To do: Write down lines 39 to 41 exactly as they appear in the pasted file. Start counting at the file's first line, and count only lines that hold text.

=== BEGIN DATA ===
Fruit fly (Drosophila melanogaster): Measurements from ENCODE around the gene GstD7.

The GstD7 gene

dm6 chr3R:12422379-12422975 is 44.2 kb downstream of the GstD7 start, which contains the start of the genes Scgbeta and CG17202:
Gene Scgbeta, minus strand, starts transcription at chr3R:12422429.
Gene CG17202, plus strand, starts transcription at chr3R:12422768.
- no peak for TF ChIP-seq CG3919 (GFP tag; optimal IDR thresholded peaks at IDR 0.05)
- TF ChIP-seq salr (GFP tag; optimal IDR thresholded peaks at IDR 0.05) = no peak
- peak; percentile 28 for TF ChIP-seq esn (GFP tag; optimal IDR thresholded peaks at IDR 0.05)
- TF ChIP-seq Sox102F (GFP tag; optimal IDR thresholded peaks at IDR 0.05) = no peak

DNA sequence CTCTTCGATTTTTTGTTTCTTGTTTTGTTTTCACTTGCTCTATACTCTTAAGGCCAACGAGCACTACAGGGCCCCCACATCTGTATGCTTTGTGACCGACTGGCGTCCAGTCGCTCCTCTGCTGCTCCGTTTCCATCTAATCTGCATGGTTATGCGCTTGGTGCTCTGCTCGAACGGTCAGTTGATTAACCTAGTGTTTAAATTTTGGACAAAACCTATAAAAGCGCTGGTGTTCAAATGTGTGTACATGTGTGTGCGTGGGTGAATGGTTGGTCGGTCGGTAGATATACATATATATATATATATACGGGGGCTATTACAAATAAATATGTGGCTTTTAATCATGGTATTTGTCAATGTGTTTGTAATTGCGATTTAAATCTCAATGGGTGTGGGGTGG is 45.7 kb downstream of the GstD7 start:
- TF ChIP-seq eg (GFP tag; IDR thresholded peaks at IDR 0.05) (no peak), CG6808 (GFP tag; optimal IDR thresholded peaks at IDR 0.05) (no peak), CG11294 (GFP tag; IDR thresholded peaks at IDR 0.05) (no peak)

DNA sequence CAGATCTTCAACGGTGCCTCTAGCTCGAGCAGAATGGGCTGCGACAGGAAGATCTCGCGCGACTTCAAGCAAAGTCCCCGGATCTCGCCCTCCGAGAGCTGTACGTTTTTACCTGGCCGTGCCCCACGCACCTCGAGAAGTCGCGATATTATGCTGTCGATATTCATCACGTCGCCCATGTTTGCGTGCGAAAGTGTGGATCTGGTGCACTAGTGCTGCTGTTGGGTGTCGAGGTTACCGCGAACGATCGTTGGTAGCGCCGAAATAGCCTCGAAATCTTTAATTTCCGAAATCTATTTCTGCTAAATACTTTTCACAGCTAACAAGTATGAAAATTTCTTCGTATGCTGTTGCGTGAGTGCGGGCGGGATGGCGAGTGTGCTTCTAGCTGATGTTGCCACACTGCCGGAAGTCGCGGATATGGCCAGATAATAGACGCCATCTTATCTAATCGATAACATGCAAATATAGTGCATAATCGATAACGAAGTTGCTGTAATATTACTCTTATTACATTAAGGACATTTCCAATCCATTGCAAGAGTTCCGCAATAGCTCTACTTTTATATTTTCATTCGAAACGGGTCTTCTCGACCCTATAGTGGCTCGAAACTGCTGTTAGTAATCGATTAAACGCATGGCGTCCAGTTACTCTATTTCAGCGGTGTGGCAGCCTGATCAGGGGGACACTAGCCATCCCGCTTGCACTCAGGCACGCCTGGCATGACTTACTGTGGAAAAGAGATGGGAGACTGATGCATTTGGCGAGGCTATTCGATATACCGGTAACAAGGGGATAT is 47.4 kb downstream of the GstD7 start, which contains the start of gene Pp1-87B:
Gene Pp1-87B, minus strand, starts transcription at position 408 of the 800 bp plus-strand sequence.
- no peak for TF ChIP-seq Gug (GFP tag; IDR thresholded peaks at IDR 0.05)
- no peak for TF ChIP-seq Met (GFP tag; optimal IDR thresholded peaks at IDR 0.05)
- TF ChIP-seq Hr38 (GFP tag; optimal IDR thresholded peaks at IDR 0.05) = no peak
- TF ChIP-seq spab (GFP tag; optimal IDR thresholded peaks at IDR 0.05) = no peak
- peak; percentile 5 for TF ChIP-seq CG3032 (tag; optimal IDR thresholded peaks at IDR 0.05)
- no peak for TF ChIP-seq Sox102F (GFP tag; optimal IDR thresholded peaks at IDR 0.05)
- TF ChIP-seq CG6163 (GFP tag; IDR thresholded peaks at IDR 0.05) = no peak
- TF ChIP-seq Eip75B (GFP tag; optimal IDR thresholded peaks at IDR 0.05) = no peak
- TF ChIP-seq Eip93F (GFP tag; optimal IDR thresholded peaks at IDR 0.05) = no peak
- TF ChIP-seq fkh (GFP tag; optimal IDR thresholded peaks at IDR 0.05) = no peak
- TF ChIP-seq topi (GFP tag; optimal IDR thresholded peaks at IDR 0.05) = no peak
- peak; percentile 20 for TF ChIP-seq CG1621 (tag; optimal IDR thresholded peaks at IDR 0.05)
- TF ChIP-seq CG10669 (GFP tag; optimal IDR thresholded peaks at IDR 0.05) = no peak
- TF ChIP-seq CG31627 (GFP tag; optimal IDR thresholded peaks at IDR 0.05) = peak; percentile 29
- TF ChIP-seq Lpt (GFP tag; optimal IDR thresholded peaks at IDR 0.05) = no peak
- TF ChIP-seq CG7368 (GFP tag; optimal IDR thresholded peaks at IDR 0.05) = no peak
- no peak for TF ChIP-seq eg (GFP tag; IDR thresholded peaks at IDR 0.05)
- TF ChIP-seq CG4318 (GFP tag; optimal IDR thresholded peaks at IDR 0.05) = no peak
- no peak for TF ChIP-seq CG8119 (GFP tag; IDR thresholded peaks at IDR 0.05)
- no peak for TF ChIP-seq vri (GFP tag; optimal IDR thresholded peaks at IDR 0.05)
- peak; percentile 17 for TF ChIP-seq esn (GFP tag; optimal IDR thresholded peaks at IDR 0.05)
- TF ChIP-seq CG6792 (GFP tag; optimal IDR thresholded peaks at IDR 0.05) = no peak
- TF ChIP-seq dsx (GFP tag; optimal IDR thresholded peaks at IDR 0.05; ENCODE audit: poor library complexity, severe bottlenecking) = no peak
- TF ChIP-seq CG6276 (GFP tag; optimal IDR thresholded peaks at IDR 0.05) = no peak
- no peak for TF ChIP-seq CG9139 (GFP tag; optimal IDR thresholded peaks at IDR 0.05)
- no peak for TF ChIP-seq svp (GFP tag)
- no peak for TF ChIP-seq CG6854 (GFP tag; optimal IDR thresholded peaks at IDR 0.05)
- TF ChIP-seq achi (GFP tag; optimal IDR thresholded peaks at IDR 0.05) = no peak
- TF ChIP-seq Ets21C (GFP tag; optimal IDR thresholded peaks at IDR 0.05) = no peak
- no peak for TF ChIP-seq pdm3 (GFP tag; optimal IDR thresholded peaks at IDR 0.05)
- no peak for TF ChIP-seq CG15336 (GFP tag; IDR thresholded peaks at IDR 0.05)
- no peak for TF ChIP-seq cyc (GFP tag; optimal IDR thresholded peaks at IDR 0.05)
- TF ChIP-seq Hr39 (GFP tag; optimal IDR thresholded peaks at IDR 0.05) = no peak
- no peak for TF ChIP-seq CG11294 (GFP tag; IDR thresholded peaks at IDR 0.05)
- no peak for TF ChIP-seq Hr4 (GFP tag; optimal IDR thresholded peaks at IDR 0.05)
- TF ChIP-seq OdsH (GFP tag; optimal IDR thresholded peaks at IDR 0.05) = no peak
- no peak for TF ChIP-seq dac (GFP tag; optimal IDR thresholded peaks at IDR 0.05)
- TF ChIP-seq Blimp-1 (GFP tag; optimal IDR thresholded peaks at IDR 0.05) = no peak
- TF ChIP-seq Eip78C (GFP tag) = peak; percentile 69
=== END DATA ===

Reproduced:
- no peak for TF ChIP-seq svp (GFP tag)
- no peak for TF ChIP-seq CG6854 (GFP tag; optimal IDR thresholded peaks at IDR 0.05)
- TF ChIP-seq achi (GFP tag; optimal IDR thresholded peaks at IDR 0.05) = no peak